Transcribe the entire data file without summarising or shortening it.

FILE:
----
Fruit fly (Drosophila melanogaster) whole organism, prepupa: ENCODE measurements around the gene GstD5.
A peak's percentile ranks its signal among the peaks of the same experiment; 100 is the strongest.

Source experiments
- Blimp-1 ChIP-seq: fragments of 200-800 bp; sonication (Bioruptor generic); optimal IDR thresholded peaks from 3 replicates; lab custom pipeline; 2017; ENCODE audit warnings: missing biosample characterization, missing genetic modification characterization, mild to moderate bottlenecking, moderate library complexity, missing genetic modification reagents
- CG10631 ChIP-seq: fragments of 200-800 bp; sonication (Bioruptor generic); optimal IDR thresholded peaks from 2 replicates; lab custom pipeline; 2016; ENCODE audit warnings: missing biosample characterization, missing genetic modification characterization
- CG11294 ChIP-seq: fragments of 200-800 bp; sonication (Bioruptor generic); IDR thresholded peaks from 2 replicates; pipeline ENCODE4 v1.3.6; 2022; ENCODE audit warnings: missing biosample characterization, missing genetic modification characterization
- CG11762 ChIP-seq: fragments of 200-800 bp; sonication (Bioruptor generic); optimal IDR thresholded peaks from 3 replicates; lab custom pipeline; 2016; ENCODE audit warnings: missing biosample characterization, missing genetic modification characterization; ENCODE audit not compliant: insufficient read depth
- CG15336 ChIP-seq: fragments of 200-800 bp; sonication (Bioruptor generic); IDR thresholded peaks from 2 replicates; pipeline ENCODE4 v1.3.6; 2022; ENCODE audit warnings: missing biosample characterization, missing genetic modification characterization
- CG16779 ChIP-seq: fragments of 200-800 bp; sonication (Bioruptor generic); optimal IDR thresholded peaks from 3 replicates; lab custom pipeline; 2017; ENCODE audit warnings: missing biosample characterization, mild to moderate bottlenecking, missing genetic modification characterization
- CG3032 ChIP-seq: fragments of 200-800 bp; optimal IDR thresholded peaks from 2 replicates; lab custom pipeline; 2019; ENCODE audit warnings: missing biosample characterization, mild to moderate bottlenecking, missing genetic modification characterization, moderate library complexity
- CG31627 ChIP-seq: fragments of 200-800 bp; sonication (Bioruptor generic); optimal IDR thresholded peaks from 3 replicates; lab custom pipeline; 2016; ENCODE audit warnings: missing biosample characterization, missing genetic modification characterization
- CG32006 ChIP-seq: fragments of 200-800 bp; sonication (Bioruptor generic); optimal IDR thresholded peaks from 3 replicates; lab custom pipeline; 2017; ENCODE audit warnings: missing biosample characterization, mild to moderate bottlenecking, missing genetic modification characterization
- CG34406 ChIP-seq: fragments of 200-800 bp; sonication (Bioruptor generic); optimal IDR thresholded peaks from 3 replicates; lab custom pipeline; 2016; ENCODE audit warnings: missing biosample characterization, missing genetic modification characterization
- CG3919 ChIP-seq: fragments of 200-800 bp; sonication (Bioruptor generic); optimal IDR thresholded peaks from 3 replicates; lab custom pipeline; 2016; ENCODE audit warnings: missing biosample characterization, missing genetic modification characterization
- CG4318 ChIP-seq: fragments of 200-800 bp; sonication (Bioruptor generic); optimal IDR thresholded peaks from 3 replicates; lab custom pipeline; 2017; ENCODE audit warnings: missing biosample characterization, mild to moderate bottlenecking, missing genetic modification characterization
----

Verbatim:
Fruit fly (Drosophila melanogaster) whole organism, prepupa: ENCODE measurements around the gene GstD5.
A peak's percentile ranks its signal among the peaks of the same experiment; 100 is the strongest.

Source experiments
- Blimp-1 ChIP-seq: fragments of 200-800 bp; sonication (Bioruptor generic); optimal IDR thresholded peaks from 3 replicates; lab custom pipeline; 2017; ENCODE audit warnings: missing biosample characterization, missing genetic modification characterization, mild to moderate bottlenecking, moderate library complexity, missing genetic modification reagents
- CG10631 ChIP-seq: fragments of 200-800 bp; sonication (Bioruptor generic); optimal IDR thresholded peaks from 2 replicates; lab custom pipeline; 2016; ENCODE audit warnings: missing biosample characterization, missing genetic modification characterization
- CG11294 ChIP-seq: fragments of 200-800 bp; sonication (Bioruptor generic); IDR thresholded peaks from 2 replicates; pipeline ENCODE4 v1.3.6; 2022; ENCODE audit warnings: missing biosample characterization, missing genetic modification characterization
- CG11762 ChIP-seq: fragments of 200-800 bp; sonication (Bioruptor generic); optimal IDR thresholded peaks from 3 replicates; lab custom pipeline; 2016; ENCODE audit warnings: missing biosample characterization, missing genetic modification characterization; ENCODE audit not compliant: insufficient read depth
- CG15336 ChIP-seq: fragments of 200-800 bp; sonication (Bioruptor generic); IDR thresholded peaks from 2 replicates; pipeline ENCODE4 v1.3.6; 2022; ENCODE audit warnings: missing biosample characterization, missing genetic modification characterization
- CG16779 ChIP-seq: fragments of 200-800 bp; sonication (Bioruptor generic); optimal IDR thresholded peaks from 3 replicates; lab custom pipeline; 2017; ENCODE audit warnings: missing biosample characterization, mild to moderate bottlenecking, missing genetic modification characterization
- CG3032 ChIP-seq: fragments of 200-800 bp; optimal IDR thresholded peaks from 2 replicates; lab custom pipeline; 2019; ENCODE audit warnings: missing biosample characterization, mild to moderate bottlenecking, missing genetic modification characterization, moderate library complexity
- CG31627 ChIP-seq: fragments of 200-800 bp; sonication (Bioruptor generic); optimal IDR thresholded peaks from 3 replicates; lab custom pipeline; 2016; ENCODE audit warnings: missing biosample characterization, missing genetic modification characterization
- CG32006 ChIP-seq: fragments of 200-800 bp; sonication (Bioruptor generic); optimal IDR thresholded peaks from 3 replicates; lab custom pipeline; 2017; ENCODE audit warnings: missing biosample characterization, mild to moderate bottlenecking, missing genetic modification characterization
- CG34406 ChIP-seq: fragments of 200-800 bp; sonication (Bioruptor generic); optimal IDR thresholded peaks from 3 replicates; lab custom pipeline; 2016; ENCODE audit warnings: missing biosample characterization, missing genetic modification characterization
- CG3919 ChIP-seq: fragments of 200-800 bp; sonication (Bioruptor generic); optimal IDR thresholded peaks from 3 replicates; lab custom pipeline; 2016; ENCODE audit warnings: missing biosample characterization, missing genetic modification characterization
- CG4318 ChIP-seq: fragments of 200-800 bp; sonication (Bioruptor generic); optimal IDR thresholded peaks from 3 replicates; lab custom pipeline; 2017; ENCODE audit warnings: missing biosample characterization, mild to moderate bottlenecking, missing genetic modification characterization